We can get tougher on criminals, or we can get smarter in the way with which we deal with them.
It looks like the Legislature is prepared to tackle a "justice system" that may be so in name only.
The Indiana Criminal Code evaluation Commission approved last month a 382-page sweeping revision of the state's current four-tier charging system and replacing it will a six-level system with added flexibility for judges.
This will almost certainly, if approved, help counties like Lake, Porter and LaPorte from having to face yet another jail overcrowding scenario.
The three, large counties each, have been sending fewer inmates to the Indiana Department of Correction.
"We have a very vibrant community corrections system in Porter County," Porter Circuit Court Judge Mary Harper said.
Ditto that for Lake County, which has not only a community corrections system but a work-release program for low-level offenders.
Porter County Sheriff Dave Lain said he'd like to see a similar system in his county.
"But there's a cost-effective downside to work-release," Lain said recently. "It's been discussed for years, and you have to either build or occupy an existing building, and staff it."
But the commission has recommended doing away with punitive “drug-free” zones that enhance sentences.
The commission recommended lower penalties for some drug and theft crimes and potentially more prison time for the worst sex and violent offenders.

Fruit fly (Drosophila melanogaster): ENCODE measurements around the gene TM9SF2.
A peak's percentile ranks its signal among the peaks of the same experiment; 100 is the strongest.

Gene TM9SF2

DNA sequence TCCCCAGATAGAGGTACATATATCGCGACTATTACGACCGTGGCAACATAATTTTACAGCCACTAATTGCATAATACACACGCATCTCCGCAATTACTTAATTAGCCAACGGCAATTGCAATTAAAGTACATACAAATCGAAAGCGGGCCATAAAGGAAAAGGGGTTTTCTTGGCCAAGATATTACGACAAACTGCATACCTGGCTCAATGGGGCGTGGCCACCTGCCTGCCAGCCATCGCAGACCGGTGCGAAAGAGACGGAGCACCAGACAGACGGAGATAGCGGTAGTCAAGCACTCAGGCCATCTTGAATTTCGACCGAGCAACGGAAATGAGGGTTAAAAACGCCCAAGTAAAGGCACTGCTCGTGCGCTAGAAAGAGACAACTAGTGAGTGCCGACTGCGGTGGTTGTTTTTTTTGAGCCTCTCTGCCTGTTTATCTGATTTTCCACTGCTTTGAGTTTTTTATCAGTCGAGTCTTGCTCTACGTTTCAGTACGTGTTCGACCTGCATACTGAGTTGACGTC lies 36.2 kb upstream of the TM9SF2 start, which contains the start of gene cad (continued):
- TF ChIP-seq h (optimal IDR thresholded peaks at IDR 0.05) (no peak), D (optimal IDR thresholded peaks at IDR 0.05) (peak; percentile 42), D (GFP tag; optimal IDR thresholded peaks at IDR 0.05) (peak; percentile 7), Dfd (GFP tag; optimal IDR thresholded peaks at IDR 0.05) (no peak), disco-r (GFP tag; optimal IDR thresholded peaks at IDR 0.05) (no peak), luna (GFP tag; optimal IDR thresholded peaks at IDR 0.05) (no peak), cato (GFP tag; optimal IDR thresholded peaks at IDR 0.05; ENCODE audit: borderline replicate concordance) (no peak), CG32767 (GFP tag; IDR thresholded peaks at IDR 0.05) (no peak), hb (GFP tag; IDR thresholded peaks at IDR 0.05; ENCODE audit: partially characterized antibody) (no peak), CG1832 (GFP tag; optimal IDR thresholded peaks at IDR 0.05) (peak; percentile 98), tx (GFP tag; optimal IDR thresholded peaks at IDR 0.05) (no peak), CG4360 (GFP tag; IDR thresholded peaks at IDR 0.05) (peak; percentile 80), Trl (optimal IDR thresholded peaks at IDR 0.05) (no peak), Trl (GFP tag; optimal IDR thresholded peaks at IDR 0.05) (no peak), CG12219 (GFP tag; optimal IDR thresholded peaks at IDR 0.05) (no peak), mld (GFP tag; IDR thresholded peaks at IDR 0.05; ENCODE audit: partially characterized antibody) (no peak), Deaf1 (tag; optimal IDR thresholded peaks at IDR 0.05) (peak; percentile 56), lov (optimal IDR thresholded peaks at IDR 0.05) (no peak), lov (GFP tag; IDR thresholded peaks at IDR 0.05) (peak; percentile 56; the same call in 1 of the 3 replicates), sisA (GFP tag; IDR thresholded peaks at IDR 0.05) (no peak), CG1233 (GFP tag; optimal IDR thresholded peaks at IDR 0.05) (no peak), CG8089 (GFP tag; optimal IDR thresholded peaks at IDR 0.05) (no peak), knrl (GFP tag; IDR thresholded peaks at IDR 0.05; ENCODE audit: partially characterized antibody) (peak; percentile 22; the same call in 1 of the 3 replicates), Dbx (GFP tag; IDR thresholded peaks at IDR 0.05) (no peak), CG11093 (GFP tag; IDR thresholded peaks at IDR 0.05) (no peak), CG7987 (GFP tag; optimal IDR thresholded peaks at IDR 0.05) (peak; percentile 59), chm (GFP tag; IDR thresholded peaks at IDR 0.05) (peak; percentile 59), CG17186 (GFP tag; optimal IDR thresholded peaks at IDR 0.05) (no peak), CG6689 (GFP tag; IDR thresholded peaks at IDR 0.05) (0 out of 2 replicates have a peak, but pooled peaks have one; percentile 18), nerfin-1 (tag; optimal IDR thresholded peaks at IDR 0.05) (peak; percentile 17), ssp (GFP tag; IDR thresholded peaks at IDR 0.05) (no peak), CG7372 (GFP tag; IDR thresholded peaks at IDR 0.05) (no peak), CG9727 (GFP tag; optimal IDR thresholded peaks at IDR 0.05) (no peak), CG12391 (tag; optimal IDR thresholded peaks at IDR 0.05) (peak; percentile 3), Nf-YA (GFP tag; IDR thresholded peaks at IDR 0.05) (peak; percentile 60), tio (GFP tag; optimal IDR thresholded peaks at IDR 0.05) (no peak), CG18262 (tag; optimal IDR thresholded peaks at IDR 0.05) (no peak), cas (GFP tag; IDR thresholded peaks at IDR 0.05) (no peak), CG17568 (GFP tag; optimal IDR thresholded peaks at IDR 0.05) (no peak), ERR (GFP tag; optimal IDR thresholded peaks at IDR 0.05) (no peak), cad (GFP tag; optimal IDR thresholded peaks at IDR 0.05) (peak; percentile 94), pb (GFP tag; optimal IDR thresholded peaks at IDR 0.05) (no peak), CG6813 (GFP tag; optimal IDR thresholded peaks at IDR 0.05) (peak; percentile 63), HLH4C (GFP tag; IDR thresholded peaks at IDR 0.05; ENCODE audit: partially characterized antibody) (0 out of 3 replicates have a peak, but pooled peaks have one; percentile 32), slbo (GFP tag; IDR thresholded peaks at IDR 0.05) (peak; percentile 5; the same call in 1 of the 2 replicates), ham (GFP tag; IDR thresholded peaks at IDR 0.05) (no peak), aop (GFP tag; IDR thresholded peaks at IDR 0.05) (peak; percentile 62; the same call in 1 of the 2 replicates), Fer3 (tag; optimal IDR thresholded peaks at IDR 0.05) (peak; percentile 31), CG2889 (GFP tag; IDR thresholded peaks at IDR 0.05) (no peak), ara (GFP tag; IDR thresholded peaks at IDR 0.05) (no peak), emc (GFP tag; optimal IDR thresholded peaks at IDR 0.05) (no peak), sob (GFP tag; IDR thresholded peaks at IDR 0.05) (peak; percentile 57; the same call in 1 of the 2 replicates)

That was in 2009.
Rep. Linda Lawson, D-Hammond, is Northwest Indiana's representative on the panel that also includes defense lawyers, prosecutors, judges and academics.
In the draft of the proposed legislation approved by the commission Wednesday, there are provisions to provide more state dollars to local communities, including more money for community-based corrections and more money to counties for probation services.
State Rep. Matt Pierce, D-Bloomington, and former commission chair, told the Terre Haute Tribune-Star even more dollars are going to be needed to make a key piece of the proposed criminal code overhaul work.
This, he said, is the piece that would divert more low-level drug offenders into community-based treatment programs along the lines of those already in place in Lake, Porter and LaPorte counties.
“I’m not interested in warehousing people in local jails rather than warehousing them in the DOC,” Pierce said.
Our local officials can give a big "Amen" to that.
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